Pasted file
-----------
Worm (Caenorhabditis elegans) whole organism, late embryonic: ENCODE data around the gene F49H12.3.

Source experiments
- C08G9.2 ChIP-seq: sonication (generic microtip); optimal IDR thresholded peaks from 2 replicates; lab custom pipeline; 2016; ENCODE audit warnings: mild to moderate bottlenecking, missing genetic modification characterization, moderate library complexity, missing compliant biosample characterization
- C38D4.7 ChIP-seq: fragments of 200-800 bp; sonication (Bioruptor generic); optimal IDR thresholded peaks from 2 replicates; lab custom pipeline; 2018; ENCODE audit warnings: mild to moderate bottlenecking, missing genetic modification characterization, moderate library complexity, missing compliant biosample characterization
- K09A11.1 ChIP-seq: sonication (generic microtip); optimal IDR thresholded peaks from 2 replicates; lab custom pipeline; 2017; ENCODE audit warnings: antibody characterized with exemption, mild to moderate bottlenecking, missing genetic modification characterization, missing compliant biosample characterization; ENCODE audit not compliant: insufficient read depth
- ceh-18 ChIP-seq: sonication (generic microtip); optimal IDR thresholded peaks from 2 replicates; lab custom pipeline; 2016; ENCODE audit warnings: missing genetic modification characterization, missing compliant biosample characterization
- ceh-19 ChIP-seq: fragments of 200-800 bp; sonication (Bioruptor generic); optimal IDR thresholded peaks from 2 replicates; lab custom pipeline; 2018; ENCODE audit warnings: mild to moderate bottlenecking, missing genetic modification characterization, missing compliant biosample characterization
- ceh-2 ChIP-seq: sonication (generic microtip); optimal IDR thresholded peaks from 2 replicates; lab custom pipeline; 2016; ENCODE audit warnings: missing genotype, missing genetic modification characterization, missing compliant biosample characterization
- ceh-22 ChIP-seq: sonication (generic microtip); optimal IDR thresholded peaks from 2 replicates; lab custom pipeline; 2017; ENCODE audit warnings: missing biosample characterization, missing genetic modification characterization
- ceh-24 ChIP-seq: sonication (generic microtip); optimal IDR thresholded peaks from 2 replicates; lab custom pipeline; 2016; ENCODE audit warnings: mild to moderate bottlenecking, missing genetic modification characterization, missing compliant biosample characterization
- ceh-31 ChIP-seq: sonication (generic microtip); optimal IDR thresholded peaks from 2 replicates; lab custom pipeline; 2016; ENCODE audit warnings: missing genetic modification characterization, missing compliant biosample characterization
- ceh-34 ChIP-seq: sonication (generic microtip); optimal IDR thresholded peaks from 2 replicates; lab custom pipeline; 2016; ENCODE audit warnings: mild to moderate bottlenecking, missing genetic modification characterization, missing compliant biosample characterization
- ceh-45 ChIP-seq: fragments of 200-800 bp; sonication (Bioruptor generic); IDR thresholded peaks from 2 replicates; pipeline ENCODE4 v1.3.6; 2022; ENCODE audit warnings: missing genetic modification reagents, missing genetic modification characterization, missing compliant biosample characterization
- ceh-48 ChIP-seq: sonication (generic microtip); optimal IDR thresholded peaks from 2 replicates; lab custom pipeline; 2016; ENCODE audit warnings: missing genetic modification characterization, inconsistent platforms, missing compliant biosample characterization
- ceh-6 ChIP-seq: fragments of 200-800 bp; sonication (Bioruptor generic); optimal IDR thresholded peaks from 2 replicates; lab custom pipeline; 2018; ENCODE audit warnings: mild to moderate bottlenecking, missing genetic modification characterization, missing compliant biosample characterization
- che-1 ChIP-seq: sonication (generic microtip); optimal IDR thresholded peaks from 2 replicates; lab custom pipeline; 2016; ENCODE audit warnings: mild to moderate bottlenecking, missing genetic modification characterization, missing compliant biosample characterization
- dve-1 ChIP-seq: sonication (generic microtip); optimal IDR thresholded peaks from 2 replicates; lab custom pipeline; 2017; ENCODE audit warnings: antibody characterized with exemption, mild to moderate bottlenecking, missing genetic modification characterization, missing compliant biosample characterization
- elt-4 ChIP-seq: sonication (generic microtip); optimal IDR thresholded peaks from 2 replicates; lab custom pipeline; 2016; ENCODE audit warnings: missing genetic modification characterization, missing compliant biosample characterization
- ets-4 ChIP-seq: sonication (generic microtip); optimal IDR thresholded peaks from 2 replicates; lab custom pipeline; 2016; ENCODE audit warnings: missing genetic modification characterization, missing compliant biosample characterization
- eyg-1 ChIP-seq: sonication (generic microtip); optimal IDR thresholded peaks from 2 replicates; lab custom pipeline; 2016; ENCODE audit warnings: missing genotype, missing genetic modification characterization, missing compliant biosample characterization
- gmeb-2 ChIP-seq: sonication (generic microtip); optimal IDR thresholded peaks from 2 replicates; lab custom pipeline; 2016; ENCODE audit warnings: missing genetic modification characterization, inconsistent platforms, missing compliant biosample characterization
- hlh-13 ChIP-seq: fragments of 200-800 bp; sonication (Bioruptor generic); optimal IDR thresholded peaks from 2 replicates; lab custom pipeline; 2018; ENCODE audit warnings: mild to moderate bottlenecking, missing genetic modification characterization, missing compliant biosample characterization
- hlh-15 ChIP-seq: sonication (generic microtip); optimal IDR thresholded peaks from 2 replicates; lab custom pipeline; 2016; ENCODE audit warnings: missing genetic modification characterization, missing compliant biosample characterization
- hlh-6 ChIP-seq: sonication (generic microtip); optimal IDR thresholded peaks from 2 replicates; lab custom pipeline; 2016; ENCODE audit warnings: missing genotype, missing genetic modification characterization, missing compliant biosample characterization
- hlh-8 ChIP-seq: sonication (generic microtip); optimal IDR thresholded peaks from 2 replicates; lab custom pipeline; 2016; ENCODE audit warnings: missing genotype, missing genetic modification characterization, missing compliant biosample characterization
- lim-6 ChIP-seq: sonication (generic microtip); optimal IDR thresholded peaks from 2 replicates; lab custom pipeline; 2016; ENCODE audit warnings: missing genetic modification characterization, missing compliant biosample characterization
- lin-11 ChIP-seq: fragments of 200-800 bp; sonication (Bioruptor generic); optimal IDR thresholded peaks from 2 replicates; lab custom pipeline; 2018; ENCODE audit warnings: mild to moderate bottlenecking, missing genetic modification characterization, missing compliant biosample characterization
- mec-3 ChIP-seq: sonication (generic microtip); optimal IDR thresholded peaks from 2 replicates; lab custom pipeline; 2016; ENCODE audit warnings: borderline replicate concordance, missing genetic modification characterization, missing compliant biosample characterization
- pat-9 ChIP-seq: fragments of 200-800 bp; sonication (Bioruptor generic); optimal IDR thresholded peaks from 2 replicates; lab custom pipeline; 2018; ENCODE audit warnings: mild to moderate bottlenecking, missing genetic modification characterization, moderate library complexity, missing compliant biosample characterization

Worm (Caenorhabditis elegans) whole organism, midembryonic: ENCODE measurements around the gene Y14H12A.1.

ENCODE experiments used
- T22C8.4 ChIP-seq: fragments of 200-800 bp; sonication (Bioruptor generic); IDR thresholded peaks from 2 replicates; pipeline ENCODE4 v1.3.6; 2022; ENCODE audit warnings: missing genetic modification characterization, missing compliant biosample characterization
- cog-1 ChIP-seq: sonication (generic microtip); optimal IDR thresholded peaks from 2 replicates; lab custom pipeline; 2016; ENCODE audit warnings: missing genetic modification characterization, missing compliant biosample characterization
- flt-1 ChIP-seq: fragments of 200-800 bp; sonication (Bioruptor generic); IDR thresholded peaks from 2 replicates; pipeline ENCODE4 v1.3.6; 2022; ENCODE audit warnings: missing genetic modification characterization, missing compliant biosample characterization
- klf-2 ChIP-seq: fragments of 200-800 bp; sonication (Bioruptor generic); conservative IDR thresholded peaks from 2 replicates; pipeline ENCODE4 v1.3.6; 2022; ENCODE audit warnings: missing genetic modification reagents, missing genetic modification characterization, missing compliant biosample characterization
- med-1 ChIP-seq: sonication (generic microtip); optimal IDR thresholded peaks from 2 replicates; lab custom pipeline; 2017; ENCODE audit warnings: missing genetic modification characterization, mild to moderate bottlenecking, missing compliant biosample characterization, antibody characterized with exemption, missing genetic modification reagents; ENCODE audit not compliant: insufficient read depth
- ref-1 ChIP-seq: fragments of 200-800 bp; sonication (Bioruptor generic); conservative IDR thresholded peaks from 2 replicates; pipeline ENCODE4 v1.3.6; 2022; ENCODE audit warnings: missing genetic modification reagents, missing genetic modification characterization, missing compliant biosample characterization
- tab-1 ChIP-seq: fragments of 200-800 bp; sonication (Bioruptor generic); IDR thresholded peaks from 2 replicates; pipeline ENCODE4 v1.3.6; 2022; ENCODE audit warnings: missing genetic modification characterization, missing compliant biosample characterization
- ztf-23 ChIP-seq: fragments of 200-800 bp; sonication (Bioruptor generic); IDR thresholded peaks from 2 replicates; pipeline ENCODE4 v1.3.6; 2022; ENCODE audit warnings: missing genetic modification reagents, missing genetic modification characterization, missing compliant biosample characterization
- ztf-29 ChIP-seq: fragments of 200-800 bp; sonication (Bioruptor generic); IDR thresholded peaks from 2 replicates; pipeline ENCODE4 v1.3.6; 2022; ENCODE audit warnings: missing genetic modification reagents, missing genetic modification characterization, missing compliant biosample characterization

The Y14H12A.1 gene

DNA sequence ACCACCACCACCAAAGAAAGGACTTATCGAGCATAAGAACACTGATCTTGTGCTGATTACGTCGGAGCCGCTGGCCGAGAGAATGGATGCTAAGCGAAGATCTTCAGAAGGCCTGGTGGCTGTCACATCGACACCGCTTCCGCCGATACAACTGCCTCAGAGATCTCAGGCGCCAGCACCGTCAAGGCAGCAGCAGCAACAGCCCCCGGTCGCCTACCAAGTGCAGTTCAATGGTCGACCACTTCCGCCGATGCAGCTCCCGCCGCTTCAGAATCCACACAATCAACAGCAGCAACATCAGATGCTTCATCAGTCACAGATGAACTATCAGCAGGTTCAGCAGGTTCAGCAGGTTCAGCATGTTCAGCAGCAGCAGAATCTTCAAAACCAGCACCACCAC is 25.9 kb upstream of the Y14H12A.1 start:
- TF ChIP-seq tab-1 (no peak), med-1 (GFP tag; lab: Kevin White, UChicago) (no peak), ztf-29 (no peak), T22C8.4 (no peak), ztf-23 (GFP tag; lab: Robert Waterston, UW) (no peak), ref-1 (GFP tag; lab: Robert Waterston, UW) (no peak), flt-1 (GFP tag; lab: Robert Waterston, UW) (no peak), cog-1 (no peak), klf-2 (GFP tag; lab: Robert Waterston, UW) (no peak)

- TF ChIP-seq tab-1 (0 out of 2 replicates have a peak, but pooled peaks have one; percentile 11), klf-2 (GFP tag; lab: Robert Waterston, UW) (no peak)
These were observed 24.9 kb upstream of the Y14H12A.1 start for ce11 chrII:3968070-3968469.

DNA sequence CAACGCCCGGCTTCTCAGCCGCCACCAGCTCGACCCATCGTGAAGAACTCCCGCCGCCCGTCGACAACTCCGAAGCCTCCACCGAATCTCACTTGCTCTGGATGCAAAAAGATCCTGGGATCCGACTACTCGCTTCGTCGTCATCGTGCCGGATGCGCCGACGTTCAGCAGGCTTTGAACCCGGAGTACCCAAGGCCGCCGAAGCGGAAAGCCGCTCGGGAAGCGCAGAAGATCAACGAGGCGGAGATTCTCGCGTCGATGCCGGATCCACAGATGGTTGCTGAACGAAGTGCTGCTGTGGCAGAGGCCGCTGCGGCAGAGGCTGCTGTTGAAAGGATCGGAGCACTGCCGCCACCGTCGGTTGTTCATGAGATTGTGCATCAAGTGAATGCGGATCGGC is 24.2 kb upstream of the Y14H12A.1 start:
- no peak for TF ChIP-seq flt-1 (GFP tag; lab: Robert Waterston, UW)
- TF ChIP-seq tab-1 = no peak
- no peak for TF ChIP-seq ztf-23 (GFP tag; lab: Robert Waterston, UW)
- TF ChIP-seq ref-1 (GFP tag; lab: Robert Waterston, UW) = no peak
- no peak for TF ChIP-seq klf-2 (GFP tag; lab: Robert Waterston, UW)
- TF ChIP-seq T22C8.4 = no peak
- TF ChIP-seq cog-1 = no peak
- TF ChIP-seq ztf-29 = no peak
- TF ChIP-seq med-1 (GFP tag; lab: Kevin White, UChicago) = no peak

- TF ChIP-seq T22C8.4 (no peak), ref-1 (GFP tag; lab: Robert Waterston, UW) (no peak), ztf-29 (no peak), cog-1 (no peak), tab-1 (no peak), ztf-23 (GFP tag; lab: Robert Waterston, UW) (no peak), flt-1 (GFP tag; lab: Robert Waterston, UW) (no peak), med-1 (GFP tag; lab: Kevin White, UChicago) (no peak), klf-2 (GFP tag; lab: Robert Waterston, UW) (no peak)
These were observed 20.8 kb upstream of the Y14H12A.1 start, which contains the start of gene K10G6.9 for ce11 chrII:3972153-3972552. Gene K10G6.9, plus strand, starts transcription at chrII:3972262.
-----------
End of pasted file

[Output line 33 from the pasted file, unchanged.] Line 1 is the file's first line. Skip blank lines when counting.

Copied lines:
- cog-1 ChIP-seq: sonication (generic microtip); optimal IDR thresholded peaks from 2 replicates; lab custom pipeline; 2016; ENCODE audit warnings: missing genetic modification characterization, missing compliant biosample characterization